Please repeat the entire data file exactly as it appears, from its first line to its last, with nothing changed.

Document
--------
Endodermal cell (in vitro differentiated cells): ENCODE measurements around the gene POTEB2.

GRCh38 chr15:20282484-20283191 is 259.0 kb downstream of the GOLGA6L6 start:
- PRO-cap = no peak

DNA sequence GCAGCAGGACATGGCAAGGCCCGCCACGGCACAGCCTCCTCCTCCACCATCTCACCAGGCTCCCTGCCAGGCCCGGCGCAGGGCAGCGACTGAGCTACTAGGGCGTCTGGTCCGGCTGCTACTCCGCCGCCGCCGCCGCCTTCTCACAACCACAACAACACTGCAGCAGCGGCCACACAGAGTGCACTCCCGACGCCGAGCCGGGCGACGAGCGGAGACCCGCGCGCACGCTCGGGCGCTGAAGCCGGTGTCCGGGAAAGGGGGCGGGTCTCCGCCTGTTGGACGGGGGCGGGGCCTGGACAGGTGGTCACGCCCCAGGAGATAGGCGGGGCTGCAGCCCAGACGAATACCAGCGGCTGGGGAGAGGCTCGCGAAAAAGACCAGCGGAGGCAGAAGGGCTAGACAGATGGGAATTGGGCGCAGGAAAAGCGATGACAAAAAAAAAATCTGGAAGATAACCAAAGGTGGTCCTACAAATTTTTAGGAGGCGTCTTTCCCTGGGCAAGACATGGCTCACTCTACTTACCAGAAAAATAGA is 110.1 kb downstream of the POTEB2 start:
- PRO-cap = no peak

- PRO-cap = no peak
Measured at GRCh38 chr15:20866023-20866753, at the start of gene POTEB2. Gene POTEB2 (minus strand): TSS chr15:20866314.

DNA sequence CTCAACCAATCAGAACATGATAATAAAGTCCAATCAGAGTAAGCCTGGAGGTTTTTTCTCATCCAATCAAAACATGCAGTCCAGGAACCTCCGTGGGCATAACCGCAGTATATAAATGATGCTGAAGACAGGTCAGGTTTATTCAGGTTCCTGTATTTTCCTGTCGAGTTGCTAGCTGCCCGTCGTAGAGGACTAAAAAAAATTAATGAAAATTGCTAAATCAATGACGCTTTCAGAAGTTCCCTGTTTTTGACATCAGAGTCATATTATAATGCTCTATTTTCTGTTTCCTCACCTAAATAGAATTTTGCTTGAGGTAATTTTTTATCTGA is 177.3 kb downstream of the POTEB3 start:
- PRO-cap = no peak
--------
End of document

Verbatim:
Endodermal cell (in vitro differentiated cells): ENCODE measurements around the gene POTEB2.

GRCh38 chr15:20282484-20283191 is 259.0 kb downstream of the GOLGA6L6 start:
- PRO-cap = no peak

DNA sequence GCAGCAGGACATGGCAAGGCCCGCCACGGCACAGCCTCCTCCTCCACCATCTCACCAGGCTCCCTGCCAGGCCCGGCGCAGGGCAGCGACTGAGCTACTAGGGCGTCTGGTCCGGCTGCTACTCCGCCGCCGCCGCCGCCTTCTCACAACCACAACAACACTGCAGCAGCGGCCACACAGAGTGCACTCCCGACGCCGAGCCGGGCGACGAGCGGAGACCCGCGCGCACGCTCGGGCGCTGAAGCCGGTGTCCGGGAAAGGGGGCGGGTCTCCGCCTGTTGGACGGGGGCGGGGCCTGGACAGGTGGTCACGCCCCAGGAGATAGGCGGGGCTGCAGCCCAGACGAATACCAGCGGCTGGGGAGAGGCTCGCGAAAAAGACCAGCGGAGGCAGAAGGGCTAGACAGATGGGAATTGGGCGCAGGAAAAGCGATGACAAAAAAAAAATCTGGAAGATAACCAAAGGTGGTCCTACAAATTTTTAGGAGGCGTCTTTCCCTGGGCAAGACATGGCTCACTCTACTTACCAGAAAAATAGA is 110.1 kb downstream of the POTEB2 start:
- PRO-cap = no peak

- PRO-cap = no peak
Measured at GRCh38 chr15:20866023-20866753, at the start of gene POTEB2. Gene POTEB2 (minus strand): TSS chr15:20866314.

DNA sequence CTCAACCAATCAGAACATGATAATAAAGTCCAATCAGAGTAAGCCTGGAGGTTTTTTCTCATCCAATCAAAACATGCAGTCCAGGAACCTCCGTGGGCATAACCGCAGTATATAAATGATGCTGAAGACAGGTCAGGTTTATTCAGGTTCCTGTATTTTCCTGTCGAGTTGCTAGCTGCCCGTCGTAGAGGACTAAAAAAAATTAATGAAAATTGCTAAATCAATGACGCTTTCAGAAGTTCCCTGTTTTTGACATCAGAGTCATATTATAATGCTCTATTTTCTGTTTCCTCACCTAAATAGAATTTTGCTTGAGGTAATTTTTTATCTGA is 177.3 kb downstream of the POTEB3 start:
- PRO-cap = no peak